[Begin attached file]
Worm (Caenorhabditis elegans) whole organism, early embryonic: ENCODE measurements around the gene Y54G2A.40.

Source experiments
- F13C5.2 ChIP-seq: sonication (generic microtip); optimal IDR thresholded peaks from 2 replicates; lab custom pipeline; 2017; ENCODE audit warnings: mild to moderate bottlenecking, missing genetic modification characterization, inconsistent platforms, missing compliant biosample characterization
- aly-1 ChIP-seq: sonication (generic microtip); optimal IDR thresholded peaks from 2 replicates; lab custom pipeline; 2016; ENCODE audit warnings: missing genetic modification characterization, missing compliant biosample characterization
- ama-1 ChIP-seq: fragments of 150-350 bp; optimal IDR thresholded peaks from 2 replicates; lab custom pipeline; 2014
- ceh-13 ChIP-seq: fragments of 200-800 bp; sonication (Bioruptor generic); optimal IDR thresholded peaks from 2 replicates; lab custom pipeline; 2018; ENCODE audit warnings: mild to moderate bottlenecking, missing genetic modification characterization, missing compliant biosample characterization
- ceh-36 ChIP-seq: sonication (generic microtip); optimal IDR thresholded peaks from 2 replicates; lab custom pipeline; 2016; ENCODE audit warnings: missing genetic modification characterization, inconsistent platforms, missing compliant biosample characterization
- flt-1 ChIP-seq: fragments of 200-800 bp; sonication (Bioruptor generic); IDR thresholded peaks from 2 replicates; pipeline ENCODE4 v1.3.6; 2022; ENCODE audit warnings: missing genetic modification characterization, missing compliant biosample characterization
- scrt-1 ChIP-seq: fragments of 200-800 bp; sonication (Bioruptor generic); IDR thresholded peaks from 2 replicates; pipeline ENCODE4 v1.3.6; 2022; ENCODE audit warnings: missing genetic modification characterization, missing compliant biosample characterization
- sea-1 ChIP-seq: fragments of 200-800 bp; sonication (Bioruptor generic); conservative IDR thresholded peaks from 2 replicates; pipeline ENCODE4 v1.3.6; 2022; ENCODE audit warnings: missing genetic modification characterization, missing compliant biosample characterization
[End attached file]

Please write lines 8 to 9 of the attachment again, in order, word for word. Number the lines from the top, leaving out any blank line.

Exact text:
- flt-1 ChIP-seq: fragments of 200-800 bp; sonication (Bioruptor generic); IDR thresholded peaks from 2 replicates; pipeline ENCODE4 v1.3.6; 2022; ENCODE audit warnings: missing genetic modification characterization, missing compliant biosample characterization
- scrt-1 ChIP-seq: fragments of 200-800 bp; sonication (Bioruptor generic); IDR thresholded peaks from 2 replicates; pipeline ENCODE4 v1.3.6; 2022; ENCODE audit warnings: missing genetic modification characterization, missing compliant biosample characterization